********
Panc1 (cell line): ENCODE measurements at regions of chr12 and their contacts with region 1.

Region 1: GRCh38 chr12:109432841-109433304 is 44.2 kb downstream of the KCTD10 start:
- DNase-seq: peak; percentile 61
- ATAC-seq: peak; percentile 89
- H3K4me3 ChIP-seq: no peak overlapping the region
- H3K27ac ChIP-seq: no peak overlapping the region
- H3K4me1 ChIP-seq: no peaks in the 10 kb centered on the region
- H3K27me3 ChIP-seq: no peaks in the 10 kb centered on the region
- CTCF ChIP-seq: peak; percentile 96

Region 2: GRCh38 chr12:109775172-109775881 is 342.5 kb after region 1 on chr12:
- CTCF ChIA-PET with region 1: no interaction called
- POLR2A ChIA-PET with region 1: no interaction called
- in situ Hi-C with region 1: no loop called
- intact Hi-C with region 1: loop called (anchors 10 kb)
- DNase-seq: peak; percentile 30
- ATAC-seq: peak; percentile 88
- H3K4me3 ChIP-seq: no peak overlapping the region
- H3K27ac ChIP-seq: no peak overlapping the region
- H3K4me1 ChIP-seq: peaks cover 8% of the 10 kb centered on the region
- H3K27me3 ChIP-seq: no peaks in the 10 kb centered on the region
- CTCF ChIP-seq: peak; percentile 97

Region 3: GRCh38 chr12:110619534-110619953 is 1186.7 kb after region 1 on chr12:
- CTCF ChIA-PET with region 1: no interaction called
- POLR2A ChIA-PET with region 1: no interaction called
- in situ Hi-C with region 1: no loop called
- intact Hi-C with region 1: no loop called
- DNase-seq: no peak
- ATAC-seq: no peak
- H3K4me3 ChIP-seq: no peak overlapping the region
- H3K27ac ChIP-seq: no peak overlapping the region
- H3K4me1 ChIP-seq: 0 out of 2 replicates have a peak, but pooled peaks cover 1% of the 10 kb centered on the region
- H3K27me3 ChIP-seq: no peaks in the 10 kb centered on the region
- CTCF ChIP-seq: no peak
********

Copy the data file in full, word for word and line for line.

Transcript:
Panc1 (cell line): ENCODE measurements at regions of chr12 and their contacts with region 1.

Region 1: GRCh38 chr12:109432841-109433304 is 44.2 kb downstream of the KCTD10 start:
- DNase-seq: peak; percentile 61
- ATAC-seq: peak; percentile 89
- H3K4me3 ChIP-seq: no peak overlapping the region
- H3K27ac ChIP-seq: no peak overlapping the region
- H3K4me1 ChIP-seq: no peaks in the 10 kb centered on the region
- H3K27me3 ChIP-seq: no peaks in the 10 kb centered on the region
- CTCF ChIP-seq: peak; percentile 96

Region 2: GRCh38 chr12:109775172-109775881 is 342.5 kb after region 1 on chr12:
- CTCF ChIA-PET with region 1: no interaction called
- POLR2A ChIA-PET with region 1: no interaction called
- in situ Hi-C with region 1: no loop called
- intact Hi-C with region 1: loop called (anchors 10 kb)
- DNase-seq: peak; percentile 30
- ATAC-seq: peak; percentile 88
- H3K4me3 ChIP-seq: no peak overlapping the region
- H3K27ac ChIP-seq: no peak overlapping the region
- H3K4me1 ChIP-seq: peaks cover 8% of the 10 kb centered on the region
- H3K27me3 ChIP-seq: no peaks in the 10 kb centered on the region
- CTCF ChIP-seq: peak; percentile 97

Region 3: GRCh38 chr12:110619534-110619953 is 1186.7 kb after region 1 on chr12:
- CTCF ChIA-PET with region 1: no interaction called
- POLR2A ChIA-PET with region 1: no interaction called
- in situ Hi-C with region 1: no loop called
- intact Hi-C with region 1: no loop called
- DNase-seq: no peak
- ATAC-seq: no peak
- H3K4me3 ChIP-seq: no peak overlapping the region
- H3K27ac ChIP-seq: no peak overlapping the region
- H3K4me1 ChIP-seq: 0 out of 2 replicates have a peak, but pooled peaks cover 1% of the 10 kb centered on the region
- H3K27me3 ChIP-seq: no peaks in the 10 kb centered on the region
- CTCF ChIP-seq: no peak